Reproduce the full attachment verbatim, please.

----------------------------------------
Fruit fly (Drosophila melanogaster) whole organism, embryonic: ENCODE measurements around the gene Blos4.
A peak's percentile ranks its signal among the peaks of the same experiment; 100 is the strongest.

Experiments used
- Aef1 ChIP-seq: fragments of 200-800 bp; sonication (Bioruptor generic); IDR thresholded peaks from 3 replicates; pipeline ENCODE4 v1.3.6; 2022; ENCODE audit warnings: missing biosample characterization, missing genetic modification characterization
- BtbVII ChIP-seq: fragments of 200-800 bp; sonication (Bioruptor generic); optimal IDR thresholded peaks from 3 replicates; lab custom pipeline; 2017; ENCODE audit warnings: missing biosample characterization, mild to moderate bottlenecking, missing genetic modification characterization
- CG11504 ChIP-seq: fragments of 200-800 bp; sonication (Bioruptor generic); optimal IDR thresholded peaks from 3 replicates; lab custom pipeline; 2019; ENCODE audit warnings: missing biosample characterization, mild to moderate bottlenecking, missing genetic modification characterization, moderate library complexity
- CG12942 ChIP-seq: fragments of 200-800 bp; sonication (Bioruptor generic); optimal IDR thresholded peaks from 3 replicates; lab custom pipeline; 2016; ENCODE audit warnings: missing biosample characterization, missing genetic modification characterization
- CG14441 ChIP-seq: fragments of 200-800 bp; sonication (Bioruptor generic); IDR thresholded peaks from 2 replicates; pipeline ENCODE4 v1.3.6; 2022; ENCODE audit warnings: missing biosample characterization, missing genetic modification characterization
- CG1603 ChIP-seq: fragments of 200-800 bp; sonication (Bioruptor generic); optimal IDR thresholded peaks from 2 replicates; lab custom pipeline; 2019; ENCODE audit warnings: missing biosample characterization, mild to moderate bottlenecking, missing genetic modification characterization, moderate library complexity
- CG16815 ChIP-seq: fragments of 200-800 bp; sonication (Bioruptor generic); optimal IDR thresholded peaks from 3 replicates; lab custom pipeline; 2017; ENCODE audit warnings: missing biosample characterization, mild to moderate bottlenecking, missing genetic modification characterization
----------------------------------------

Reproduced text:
Fruit fly (Drosophila melanogaster) whole organism, embryonic: ENCODE measurements around the gene Blos4.
A peak's percentile ranks its signal among the peaks of the same experiment; 100 is the strongest.

Experiments used
- Aef1 ChIP-seq: fragments of 200-800 bp; sonication (Bioruptor generic); IDR thresholded peaks from 3 replicates; pipeline ENCODE4 v1.3.6; 2022; ENCODE audit warnings: missing biosample characterization, missing genetic modification characterization
- BtbVII ChIP-seq: fragments of 200-800 bp; sonication (Bioruptor generic); optimal IDR thresholded peaks from 3 replicates; lab custom pipeline; 2017; ENCODE audit warnings: missing biosample characterization, mild to moderate bottlenecking, missing genetic modification characterization
- CG11504 ChIP-seq: fragments of 200-800 bp; sonication (Bioruptor generic); optimal IDR thresholded peaks from 3 replicates; lab custom pipeline; 2019; ENCODE audit warnings: missing biosample characterization, mild to moderate bottlenecking, missing genetic modification characterization, moderate library complexity
- CG12942 ChIP-seq: fragments of 200-800 bp; sonication (Bioruptor generic); optimal IDR thresholded peaks from 3 replicates; lab custom pipeline; 2016; ENCODE audit warnings: missing biosample characterization, missing genetic modification characterization
- CG14441 ChIP-seq: fragments of 200-800 bp; sonication (Bioruptor generic); IDR thresholded peaks from 2 replicates; pipeline ENCODE4 v1.3.6; 2022; ENCODE audit warnings: missing biosample characterization, missing genetic modification characterization
- CG1603 ChIP-seq: fragments of 200-800 bp; sonication (Bioruptor generic); optimal IDR thresholded peaks from 2 replicates; lab custom pipeline; 2019; ENCODE audit warnings: missing biosample characterization, mild to moderate bottlenecking, missing genetic modification characterization, moderate library complexity
- CG16815 ChIP-seq: fragments of 200-800 bp; sonication (Bioruptor generic); optimal IDR thresholded peaks from 3 replicates; lab custom pipeline; 2017; ENCODE audit warnings: missing biosample characterization, mild to moderate bottlenecking, missing genetic modification characterization